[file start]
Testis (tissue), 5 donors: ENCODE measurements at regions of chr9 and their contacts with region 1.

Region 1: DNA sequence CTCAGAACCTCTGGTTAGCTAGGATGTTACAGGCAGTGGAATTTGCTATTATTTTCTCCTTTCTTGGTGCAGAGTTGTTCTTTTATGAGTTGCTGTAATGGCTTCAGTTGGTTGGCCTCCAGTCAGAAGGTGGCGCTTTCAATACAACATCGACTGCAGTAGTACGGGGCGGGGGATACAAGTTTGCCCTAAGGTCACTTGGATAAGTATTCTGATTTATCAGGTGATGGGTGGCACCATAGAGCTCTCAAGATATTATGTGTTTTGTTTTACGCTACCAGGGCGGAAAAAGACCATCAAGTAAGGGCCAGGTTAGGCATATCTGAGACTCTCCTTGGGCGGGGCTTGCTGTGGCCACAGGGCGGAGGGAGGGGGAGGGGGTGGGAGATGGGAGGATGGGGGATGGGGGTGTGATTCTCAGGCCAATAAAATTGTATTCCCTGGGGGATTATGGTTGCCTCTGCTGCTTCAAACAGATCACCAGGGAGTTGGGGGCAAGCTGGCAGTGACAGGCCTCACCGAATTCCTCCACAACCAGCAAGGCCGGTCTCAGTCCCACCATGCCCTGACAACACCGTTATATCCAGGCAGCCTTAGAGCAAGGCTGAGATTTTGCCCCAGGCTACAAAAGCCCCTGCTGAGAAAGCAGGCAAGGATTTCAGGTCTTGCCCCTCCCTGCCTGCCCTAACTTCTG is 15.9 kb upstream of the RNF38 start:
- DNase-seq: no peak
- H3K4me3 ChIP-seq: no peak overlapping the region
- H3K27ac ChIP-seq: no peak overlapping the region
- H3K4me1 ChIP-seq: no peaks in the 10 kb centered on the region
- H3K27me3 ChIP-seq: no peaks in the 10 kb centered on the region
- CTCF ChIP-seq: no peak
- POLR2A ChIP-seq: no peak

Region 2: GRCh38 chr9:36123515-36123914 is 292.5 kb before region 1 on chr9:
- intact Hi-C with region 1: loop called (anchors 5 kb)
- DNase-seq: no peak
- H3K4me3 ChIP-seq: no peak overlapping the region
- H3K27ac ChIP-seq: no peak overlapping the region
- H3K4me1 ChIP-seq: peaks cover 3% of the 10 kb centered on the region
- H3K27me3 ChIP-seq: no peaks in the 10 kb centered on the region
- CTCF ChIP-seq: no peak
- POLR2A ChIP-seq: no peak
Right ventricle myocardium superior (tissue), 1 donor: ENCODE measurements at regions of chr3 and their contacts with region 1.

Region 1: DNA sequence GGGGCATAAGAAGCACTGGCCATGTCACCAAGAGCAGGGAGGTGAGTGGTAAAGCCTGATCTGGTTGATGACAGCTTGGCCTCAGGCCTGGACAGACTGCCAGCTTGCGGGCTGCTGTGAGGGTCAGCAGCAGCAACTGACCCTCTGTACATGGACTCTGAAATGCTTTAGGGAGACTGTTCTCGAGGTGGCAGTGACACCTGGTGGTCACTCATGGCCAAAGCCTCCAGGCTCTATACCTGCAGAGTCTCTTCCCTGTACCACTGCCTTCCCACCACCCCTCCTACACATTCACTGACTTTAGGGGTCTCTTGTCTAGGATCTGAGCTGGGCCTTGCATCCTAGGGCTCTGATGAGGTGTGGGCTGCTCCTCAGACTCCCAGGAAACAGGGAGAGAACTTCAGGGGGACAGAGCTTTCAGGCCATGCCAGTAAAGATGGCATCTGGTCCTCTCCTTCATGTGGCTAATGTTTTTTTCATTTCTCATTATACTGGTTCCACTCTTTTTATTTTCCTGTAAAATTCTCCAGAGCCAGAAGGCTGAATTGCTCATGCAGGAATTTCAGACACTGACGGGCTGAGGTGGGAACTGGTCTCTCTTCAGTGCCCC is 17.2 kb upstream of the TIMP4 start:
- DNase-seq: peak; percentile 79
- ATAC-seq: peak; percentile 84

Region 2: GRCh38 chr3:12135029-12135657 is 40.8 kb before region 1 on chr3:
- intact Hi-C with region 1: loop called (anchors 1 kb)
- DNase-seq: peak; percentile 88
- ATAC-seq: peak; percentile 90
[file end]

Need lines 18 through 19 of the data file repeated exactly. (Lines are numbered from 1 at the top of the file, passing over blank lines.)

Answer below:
- POLR2A ChIP-seq: no peak
Right ventricle myocardium superior (tissue), 1 donor: ENCODE measurements at regions of chr3 and their contacts with region 1.